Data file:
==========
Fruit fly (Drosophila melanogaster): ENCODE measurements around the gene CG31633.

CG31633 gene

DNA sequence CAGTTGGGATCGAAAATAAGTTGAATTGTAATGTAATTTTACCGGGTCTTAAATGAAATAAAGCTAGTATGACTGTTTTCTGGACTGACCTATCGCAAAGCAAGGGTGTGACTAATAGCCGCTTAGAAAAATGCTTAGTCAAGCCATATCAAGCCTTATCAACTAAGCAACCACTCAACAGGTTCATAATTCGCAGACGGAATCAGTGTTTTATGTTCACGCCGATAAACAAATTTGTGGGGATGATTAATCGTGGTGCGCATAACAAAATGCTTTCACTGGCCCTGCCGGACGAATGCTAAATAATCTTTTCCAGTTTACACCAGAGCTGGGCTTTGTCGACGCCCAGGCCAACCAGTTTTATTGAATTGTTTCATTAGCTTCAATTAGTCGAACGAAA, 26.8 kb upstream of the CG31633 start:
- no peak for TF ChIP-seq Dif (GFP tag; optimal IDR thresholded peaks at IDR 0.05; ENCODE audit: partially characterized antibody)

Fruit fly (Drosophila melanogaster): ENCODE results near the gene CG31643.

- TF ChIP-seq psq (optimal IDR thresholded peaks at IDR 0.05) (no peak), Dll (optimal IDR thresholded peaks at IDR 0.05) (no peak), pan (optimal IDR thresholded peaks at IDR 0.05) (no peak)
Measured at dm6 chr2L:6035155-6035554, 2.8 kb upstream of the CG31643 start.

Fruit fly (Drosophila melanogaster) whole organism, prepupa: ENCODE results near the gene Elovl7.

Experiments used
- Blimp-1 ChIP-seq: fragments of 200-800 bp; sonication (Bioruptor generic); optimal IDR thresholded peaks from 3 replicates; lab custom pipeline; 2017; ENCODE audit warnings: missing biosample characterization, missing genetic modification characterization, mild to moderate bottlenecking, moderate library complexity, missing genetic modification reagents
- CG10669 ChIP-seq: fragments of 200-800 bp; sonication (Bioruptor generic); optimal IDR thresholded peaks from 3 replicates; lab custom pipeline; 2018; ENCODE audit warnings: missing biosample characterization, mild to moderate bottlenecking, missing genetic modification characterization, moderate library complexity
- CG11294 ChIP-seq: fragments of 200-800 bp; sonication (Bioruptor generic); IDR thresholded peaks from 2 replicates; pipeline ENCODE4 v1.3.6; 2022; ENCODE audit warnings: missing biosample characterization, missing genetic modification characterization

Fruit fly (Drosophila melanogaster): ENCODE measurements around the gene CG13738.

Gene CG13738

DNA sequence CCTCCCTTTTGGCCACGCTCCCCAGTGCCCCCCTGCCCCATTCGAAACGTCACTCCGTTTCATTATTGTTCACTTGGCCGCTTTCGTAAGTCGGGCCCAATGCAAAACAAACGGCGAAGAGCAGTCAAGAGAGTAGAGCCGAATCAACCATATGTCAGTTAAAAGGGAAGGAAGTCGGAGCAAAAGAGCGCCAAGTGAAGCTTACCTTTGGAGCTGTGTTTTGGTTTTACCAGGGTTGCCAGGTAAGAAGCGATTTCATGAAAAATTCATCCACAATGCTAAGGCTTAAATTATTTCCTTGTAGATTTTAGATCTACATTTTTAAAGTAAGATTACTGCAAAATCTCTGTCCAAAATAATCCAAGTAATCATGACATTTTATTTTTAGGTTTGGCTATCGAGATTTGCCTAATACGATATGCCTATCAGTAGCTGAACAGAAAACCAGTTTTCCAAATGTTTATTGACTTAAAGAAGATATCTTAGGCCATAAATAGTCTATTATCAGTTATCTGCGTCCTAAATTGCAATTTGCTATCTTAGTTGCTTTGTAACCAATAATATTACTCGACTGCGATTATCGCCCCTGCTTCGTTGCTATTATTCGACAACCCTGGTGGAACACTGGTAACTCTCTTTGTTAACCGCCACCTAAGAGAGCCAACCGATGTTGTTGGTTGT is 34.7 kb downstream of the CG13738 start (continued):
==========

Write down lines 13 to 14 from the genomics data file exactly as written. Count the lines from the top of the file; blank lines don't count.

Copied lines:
Fruit fly (Drosophila melanogaster): ENCODE measurements around the gene CG13738.

Gene CG13738